Steve on Image Processing

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Discrete-time Fourier transform (DTFT) 10

Posted by Steve Eddins,

In the last two posts in my Fourier transform series I discussed the continuous-time Fourier transform. Today I want to start getting "discrete" by introducing the discrete-time Fourier transform (DTFT).

The DTFT is defined by this pair of transform equations:

Here x[n] is a discrete sequence defined for all n:

I am following the notational convention (see Oppenheim and Schafer, Discrete-Time Signal Processing) of using brackets to distinguish between a discrete sequence and a continuous-time function. n is unitless. The frequency-domain variable, , is continuous with units of radians.

Note that is periodic with period .

Here are a few common transform pairs:

Unit Impulse

DTFT of Unit Impulse

Rectangular Pulse

DTFT of Rectangular Pulse

Note that the DTFT of a rectangular pulse is similar to but not exactly a sinc function. It resembles the sinc function between and , but recall that is periodic, unlike the sinc function.


DTFT of Cosine

The DTFT of a discrete cosine function is a periodic train of impulses:

I updated the above plot on 6-Jan-2010 to show the location of the impulses. -SE

Because of the periodicity of it is very common when plotting the DTFT to plot it over the range of just one period: . For example, the DTFT of the rectangular pulse will most often be shown like this:

Next time I'll discuss the relationship between the continuous-time and the discrete-time Fourier transforms. Until then, Happy New Year everyone!

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10 CommentsOldest to Newest

John A replied on : 1 of 10

Steve, the back track link in the first sentence is broken…other than that thanks for keeping the series going in the new year!

Ben replied on : 3 of 10


I just started reading through your collection of posts on Fourier transforms, thank you for posting these.

Perhaps you will get to this in future posts, but my question for you is the following:

When working with signal processing in MATLAB (a digital environment where all signals are in some way discretized and finite), what is the difference between x(t) = cos(t) and x[n] = cos(w0*n)? In other words, the continuous function x(t) can’t really exist in MATLAB, and neither can the continuous transform X(w). Doesn’t this mean that you are always dealing (in some way) with the DFT when working in MATLAB?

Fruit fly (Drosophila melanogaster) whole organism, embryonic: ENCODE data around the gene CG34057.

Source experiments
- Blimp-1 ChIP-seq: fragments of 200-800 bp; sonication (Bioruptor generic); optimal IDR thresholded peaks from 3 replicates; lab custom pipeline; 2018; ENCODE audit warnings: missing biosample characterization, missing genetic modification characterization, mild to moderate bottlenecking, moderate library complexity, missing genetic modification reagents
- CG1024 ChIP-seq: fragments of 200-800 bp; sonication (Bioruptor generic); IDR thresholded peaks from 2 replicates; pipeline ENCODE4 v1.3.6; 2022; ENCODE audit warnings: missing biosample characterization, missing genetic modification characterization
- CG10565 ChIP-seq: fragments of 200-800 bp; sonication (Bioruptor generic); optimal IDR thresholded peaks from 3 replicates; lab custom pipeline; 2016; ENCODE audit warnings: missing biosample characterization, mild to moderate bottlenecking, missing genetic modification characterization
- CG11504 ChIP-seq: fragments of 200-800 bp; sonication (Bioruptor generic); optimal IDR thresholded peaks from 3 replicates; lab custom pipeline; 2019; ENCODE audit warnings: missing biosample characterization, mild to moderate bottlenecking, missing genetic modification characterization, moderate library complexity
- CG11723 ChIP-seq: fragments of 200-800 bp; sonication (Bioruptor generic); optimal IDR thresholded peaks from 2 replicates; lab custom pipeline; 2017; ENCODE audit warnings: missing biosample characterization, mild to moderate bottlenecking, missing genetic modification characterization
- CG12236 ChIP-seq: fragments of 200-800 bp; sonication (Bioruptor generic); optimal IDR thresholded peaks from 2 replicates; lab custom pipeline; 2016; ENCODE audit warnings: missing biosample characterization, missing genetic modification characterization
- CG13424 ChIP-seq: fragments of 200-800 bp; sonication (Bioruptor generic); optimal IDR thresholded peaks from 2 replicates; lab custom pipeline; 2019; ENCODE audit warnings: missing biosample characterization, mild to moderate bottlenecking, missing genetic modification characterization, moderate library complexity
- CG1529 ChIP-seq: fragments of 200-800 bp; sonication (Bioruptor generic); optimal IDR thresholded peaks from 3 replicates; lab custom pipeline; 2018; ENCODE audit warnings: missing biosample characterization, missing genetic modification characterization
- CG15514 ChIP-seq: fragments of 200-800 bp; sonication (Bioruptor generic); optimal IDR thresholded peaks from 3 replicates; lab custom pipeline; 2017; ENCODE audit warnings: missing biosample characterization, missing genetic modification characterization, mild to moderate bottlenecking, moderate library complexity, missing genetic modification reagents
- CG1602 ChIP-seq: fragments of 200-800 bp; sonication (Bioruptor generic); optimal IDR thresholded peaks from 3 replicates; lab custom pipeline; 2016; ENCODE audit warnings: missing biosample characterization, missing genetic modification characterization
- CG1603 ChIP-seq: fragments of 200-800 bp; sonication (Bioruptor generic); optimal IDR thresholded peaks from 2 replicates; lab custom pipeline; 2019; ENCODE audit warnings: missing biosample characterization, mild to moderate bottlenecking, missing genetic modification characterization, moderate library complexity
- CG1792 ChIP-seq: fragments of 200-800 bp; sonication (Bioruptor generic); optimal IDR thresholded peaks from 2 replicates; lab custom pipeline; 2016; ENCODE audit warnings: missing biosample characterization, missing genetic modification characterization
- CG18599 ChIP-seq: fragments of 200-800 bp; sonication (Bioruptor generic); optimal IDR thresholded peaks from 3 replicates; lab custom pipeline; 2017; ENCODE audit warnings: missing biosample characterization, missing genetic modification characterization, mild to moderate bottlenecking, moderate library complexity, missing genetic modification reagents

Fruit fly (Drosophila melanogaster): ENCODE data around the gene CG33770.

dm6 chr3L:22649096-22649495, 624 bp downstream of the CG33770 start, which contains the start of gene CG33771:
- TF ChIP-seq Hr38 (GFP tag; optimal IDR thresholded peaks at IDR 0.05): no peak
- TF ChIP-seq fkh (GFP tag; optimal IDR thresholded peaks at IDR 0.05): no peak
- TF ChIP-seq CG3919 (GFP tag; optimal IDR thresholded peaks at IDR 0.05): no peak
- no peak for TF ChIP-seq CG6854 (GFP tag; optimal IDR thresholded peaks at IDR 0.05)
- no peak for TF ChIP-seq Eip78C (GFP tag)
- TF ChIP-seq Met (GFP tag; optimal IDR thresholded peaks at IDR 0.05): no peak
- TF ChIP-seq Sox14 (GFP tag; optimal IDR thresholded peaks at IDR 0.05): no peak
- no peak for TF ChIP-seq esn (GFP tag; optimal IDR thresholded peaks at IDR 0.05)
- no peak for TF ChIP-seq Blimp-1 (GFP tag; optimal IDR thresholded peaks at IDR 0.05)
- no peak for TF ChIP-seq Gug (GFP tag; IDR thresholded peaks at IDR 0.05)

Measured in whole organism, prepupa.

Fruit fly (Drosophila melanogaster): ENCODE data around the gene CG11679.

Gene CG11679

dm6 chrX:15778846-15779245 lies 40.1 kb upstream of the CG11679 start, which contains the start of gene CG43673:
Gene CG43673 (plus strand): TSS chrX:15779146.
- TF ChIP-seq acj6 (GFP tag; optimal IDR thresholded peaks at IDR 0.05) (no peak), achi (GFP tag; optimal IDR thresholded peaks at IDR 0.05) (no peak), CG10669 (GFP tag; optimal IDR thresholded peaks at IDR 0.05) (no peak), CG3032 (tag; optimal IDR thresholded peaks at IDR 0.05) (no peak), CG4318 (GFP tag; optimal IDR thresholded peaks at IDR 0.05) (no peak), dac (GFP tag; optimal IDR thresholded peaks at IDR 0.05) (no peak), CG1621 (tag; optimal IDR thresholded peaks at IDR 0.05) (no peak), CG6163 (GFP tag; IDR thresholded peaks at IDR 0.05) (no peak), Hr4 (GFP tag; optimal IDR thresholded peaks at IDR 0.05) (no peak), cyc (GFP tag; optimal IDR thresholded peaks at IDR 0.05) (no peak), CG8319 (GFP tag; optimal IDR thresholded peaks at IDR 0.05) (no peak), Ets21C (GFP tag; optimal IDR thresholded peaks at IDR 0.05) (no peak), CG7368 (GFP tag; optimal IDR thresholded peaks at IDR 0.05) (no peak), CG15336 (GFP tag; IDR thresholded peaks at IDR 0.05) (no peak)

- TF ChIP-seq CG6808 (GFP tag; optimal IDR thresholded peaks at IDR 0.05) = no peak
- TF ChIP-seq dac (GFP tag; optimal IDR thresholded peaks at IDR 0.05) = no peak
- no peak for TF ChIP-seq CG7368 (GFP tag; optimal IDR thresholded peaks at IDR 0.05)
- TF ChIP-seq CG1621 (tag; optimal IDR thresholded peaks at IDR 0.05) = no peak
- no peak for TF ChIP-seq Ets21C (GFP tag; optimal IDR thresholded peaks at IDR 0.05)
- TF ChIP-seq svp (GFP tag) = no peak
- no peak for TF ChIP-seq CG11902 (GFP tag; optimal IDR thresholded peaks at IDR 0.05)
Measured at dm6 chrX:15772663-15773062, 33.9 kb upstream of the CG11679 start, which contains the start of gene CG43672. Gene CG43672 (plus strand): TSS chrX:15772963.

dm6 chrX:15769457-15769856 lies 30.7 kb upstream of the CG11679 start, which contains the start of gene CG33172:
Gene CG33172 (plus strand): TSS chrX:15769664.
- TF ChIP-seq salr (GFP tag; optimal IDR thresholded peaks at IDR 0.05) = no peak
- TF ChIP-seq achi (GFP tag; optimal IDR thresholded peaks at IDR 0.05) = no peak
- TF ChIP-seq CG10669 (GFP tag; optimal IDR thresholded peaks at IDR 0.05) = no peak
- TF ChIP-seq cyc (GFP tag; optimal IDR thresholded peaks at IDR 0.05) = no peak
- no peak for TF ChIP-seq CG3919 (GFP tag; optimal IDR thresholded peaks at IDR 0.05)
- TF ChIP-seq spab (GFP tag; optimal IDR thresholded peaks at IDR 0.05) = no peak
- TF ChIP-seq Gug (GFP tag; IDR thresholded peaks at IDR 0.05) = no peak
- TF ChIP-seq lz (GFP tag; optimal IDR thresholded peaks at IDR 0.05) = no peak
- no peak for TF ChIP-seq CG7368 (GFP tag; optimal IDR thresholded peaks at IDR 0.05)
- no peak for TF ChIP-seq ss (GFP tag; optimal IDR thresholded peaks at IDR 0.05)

– Ben

Steve replied on : 4 of 10

Ben—Yes, I’m heading in that direction. I’ll be discussing the relationships between the continuous-time Fourier transform, discrete-time Fourier transform, and discrete Fourier transform.

Matteo replied on : 5 of 10

Hi Steve,

my math is rusty: I am looking at the plot of DTFT of Cosine and understand the 2Pi peridiocity, but I fail to visualize why I train of 2 pulses around each 2Pi period. Can you elaborate on that a bit more for us snails? Thank you. Matteo

Steve replied on : 6 of 10

Matteo—Thanks for reading and for taking the time to comment with your question. I’m relying on feedback from readers to help me adjust both the pacing and the choice of topics in this series.

The pair of impulses near the origin (w=0) correspond to the cosine frequency, +/- w0. (To make these plots I used a frequency of pi/10.) All the other impulses are just from the 2*pi periodicity. Normally a DTFT is plotted showing only one period (-pi to pi), or sometimes a half-period (0 to pi), so you would only see the impulses near the origin.

Your question made me realize I should have included more labels on that particular plot, so I updated the plot to show w0, -w0, and w0+2pi.

Steve replied on : 7 of 10

Matteo—Perhaps you were asking why there is a pair of impulses at +/- w0 and not just one at w0? Roughly speaking, the Fourier transform of a signal is an expansion in terms of complex exponential sinusoids, exp(j w n), and cos(w0 n) = (1/2) (exp(j w0 n) + exp(-j w0 n)). That’s why cos(w0 n) shows up as a pair of impulses at +/- w0 in the frequency domain.

Matteo replied on : 8 of 10

Thanks for both clarifications Steve, my question was about the latter point, but both help. Cheers!

Steve replied on : 10 of 10

Ahsan—Are you talking about the formulas? I looked those up in a book. You can also find them in Wikipedia.